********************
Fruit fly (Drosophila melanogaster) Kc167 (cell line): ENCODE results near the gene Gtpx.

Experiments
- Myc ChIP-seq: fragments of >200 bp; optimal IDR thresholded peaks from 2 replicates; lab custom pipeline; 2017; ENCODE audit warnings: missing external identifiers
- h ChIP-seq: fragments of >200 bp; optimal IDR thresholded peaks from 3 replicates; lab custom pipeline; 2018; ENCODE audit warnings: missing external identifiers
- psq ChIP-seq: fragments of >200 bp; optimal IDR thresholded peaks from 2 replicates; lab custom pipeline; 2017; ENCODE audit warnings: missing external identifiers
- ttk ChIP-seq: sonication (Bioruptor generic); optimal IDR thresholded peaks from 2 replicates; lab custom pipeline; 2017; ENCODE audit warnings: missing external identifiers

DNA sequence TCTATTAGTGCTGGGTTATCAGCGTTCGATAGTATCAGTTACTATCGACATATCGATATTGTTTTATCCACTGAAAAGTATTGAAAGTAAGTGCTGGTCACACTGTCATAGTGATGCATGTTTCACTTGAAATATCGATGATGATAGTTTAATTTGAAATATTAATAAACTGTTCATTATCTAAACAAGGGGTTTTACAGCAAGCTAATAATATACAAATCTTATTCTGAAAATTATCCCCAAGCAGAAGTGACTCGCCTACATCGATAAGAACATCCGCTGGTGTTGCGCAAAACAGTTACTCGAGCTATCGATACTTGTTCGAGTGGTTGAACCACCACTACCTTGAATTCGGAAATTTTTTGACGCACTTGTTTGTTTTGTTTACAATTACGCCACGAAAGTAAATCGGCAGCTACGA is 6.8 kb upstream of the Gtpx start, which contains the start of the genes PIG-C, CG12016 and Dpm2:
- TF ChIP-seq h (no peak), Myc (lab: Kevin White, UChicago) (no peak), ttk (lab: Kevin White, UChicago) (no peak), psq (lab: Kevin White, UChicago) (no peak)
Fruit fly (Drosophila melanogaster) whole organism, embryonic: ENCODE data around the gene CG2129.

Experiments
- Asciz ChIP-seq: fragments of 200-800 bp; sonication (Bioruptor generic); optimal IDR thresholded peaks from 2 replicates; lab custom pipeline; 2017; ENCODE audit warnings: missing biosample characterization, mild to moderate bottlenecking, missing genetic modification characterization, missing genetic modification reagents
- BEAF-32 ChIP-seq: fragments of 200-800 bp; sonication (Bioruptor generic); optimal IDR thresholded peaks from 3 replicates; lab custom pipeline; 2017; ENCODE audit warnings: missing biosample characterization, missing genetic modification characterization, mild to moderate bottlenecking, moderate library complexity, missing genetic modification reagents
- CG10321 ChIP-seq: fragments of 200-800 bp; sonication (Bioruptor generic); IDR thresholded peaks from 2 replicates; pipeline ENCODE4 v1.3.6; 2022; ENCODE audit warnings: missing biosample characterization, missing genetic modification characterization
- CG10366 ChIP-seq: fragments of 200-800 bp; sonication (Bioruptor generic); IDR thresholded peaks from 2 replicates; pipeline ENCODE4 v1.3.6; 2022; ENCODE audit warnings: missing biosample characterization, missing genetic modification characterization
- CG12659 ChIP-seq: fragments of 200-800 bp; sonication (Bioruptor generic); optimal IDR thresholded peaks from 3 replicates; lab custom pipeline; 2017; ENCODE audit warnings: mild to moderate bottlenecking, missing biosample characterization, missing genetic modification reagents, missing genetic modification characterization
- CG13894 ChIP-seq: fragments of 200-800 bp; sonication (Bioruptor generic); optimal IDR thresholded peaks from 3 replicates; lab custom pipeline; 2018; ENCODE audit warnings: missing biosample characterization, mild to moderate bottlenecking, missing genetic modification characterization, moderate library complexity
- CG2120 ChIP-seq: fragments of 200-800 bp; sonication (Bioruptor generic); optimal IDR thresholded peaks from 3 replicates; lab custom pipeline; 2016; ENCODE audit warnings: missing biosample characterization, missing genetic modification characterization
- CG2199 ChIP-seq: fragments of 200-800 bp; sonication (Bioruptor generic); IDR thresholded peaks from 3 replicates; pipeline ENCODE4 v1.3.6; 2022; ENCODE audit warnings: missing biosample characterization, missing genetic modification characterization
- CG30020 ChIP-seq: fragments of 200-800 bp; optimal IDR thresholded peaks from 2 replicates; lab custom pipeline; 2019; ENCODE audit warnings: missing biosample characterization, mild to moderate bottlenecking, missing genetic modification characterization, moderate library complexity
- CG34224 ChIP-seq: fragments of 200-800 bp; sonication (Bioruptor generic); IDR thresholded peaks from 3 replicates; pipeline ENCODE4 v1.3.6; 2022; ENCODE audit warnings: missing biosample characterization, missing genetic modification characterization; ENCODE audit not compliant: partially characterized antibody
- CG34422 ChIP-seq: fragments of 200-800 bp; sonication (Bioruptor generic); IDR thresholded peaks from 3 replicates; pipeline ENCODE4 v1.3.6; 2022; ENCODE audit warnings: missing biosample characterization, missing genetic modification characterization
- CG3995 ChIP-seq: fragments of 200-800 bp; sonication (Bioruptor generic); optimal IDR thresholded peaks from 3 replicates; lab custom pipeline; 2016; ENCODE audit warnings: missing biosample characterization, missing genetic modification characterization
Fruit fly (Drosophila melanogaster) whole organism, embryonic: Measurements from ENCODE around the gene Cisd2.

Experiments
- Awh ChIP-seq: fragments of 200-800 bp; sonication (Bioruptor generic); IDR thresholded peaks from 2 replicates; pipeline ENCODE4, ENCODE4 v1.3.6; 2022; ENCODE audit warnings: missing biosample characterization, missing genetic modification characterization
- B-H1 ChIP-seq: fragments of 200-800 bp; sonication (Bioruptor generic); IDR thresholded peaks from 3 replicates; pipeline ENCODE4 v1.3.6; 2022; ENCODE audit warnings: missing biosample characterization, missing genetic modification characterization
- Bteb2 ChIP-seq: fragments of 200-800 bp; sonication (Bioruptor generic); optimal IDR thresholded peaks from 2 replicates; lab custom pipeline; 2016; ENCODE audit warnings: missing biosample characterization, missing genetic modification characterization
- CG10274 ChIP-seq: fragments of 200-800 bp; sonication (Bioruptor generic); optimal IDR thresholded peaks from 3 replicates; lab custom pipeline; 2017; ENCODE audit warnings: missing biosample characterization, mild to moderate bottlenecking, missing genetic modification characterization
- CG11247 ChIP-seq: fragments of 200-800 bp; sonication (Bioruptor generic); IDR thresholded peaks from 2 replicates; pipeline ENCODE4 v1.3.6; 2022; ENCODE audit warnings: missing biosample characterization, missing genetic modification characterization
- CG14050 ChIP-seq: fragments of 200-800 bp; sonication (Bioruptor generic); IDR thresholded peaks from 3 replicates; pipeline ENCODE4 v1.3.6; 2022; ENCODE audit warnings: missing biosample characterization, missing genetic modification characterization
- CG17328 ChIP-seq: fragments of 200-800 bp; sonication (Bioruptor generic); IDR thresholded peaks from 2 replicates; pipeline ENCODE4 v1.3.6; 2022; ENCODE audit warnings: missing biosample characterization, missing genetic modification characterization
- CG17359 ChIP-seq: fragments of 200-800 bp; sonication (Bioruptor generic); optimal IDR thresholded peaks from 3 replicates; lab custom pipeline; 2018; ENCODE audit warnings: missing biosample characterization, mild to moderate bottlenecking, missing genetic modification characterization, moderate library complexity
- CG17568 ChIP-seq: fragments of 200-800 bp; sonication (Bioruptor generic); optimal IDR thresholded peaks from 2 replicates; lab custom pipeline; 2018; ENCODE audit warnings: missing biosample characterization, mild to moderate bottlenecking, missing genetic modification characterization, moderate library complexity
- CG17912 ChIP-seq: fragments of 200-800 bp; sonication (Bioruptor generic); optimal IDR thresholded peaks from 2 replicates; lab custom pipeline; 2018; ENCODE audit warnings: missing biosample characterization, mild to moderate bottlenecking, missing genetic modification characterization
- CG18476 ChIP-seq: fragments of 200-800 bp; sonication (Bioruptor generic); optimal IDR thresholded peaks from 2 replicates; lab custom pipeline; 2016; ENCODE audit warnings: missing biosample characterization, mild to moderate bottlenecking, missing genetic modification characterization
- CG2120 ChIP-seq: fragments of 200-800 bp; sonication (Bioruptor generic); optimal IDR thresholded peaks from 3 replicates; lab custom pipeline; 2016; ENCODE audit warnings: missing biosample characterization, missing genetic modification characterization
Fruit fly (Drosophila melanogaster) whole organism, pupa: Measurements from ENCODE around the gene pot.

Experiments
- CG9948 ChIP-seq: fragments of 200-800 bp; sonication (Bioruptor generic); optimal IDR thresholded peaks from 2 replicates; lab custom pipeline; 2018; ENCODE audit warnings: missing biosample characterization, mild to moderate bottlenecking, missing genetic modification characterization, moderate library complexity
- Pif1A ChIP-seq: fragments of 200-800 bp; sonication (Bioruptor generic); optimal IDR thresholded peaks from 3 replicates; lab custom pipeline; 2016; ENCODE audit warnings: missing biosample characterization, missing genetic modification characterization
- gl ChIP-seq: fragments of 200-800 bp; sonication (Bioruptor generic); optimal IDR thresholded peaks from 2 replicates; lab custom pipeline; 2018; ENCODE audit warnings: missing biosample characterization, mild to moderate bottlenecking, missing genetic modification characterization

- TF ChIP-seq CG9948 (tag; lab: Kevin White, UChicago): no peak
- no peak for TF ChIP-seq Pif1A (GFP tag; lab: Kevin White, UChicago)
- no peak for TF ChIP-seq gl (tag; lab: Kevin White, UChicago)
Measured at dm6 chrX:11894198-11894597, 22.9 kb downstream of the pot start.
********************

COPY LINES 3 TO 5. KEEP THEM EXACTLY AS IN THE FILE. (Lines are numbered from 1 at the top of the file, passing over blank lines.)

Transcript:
- Myc ChIP-seq: fragments of >200 bp; optimal IDR thresholded peaks from 2 replicates; lab custom pipeline; 2017; ENCODE audit warnings: missing external identifiers
- h ChIP-seq: fragments of >200 bp; optimal IDR thresholded peaks from 3 replicates; lab custom pipeline; 2018; ENCODE audit warnings: missing external identifiers
- psq ChIP-seq: fragments of >200 bp; optimal IDR thresholded peaks from 2 replicates; lab custom pipeline; 2017; ENCODE audit warnings: missing external identifiers